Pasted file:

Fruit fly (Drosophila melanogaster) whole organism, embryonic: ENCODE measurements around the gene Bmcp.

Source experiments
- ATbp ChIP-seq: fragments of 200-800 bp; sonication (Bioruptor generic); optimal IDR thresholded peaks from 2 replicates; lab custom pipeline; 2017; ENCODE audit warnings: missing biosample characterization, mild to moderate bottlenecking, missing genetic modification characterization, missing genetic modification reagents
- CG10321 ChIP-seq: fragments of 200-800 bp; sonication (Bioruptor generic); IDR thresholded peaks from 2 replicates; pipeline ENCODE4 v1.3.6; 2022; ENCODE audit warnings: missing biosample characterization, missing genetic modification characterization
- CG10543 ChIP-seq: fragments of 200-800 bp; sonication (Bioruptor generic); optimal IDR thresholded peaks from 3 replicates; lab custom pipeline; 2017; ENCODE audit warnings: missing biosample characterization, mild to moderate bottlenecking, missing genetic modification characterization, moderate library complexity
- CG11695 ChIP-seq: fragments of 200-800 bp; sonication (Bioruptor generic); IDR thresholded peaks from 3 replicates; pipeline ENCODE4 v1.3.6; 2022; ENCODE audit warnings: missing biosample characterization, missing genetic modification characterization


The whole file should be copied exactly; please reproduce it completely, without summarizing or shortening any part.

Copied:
Fruit fly (Drosophila melanogaster) whole organism, embryonic: ENCODE measurements around the gene Bmcp.

Source experiments
- ATbp ChIP-seq: fragments of 200-800 bp; sonication (Bioruptor generic); optimal IDR thresholded peaks from 2 replicates; lab custom pipeline; 2017; ENCODE audit warnings: missing biosample characterization, mild to moderate bottlenecking, missing genetic modification characterization, missing genetic modification reagents
- CG10321 ChIP-seq: fragments of 200-800 bp; sonication (Bioruptor generic); IDR thresholded peaks from 2 replicates; pipeline ENCODE4 v1.3.6; 2022; ENCODE audit warnings: missing biosample characterization, missing genetic modification characterization
- CG10543 ChIP-seq: fragments of 200-800 bp; sonication (Bioruptor generic); optimal IDR thresholded peaks from 3 replicates; lab custom pipeline; 2017; ENCODE audit warnings: missing biosample characterization, mild to moderate bottlenecking, missing genetic modification characterization, moderate library complexity
- CG11695 ChIP-seq: fragments of 200-800 bp; sonication (Bioruptor generic); IDR thresholded peaks from 3 replicates; pipeline ENCODE4 v1.3.6; 2022; ENCODE audit warnings: missing biosample characterization, missing genetic modification characterization